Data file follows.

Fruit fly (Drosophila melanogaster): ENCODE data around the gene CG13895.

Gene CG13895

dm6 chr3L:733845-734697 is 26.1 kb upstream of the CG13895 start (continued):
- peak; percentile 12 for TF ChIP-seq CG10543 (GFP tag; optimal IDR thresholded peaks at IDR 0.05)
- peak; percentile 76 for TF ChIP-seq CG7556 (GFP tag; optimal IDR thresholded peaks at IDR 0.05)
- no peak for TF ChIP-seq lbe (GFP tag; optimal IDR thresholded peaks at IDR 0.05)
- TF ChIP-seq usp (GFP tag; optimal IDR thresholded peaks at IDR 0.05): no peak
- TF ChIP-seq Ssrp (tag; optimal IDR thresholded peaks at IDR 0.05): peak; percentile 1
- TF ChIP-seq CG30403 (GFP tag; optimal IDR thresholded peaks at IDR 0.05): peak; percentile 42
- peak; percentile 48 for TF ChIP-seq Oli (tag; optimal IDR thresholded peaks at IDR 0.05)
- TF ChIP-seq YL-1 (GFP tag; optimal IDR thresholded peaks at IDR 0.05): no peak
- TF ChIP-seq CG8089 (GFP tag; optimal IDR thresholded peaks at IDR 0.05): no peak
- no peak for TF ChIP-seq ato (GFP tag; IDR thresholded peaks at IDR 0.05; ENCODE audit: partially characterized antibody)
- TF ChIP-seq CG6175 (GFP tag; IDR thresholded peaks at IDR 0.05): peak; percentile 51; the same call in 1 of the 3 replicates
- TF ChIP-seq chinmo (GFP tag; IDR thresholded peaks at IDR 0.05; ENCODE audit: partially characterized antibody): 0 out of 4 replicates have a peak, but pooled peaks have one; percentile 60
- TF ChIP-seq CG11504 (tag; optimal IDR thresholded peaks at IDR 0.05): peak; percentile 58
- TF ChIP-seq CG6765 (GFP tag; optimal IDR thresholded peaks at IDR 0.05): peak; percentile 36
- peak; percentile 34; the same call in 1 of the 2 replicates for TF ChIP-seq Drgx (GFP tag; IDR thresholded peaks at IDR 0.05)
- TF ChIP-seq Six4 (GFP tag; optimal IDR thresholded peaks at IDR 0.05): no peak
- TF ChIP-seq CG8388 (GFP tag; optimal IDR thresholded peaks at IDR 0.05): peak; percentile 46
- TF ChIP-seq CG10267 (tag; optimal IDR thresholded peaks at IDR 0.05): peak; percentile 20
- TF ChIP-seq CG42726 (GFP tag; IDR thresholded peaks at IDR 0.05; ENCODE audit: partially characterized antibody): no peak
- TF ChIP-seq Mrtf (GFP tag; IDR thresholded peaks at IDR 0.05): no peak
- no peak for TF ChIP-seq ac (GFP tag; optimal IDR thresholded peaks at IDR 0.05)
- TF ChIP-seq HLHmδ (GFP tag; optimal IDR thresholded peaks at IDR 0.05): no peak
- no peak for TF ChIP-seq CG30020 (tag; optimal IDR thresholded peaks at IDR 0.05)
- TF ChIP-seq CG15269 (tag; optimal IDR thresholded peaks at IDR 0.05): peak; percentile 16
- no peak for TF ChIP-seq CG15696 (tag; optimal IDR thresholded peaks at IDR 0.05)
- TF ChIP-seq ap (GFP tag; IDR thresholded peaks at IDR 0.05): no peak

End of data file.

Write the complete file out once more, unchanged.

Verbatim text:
Fruit fly (Drosophila melanogaster): ENCODE data around the gene CG13895.

Gene CG13895

dm6 chr3L:733845-734697 is 26.1 kb upstream of the CG13895 start (continued):
- peak; percentile 12 for TF ChIP-seq CG10543 (GFP tag; optimal IDR thresholded peaks at IDR 0.05)
- peak; percentile 76 for TF ChIP-seq CG7556 (GFP tag; optimal IDR thresholded peaks at IDR 0.05)
- no peak for TF ChIP-seq lbe (GFP tag; optimal IDR thresholded peaks at IDR 0.05)
- TF ChIP-seq usp (GFP tag; optimal IDR thresholded peaks at IDR 0.05): no peak
- TF ChIP-seq Ssrp (tag; optimal IDR thresholded peaks at IDR 0.05): peak; percentile 1
- TF ChIP-seq CG30403 (GFP tag; optimal IDR thresholded peaks at IDR 0.05): peak; percentile 42
- peak; percentile 48 for TF ChIP-seq Oli (tag; optimal IDR thresholded peaks at IDR 0.05)
- TF ChIP-seq YL-1 (GFP tag; optimal IDR thresholded peaks at IDR 0.05): no peak
- TF ChIP-seq CG8089 (GFP tag; optimal IDR thresholded peaks at IDR 0.05): no peak
- no peak for TF ChIP-seq ato (GFP tag; IDR thresholded peaks at IDR 0.05; ENCODE audit: partially characterized antibody)
- TF ChIP-seq CG6175 (GFP tag; IDR thresholded peaks at IDR 0.05): peak; percentile 51; the same call in 1 of the 3 replicates
- TF ChIP-seq chinmo (GFP tag; IDR thresholded peaks at IDR 0.05; ENCODE audit: partially characterized antibody): 0 out of 4 replicates have a peak, but pooled peaks have one; percentile 60
- TF ChIP-seq CG11504 (tag; optimal IDR thresholded peaks at IDR 0.05): peak; percentile 58
- TF ChIP-seq CG6765 (GFP tag; optimal IDR thresholded peaks at IDR 0.05): peak; percentile 36
- peak; percentile 34; the same call in 1 of the 2 replicates for TF ChIP-seq Drgx (GFP tag; IDR thresholded peaks at IDR 0.05)
- TF ChIP-seq Six4 (GFP tag; optimal IDR thresholded peaks at IDR 0.05): no peak
- TF ChIP-seq CG8388 (GFP tag; optimal IDR thresholded peaks at IDR 0.05): peak; percentile 46
- TF ChIP-seq CG10267 (tag; optimal IDR thresholded peaks at IDR 0.05): peak; percentile 20
- TF ChIP-seq CG42726 (GFP tag; IDR thresholded peaks at IDR 0.05; ENCODE audit: partially characterized antibody): no peak
- TF ChIP-seq Mrtf (GFP tag; IDR thresholded peaks at IDR 0.05): no peak
- no peak for TF ChIP-seq ac (GFP tag; optimal IDR thresholded peaks at IDR 0.05)
- TF ChIP-seq HLHmδ (GFP tag; optimal IDR thresholded peaks at IDR 0.05): no peak
- no peak for TF ChIP-seq CG30020 (tag; optimal IDR thresholded peaks at IDR 0.05)
- TF ChIP-seq CG15269 (tag; optimal IDR thresholded peaks at IDR 0.05): peak; percentile 16
- no peak for TF ChIP-seq CG15696 (tag; optimal IDR thresholded peaks at IDR 0.05)
- TF ChIP-seq ap (GFP tag; IDR thresholded peaks at IDR 0.05): no peak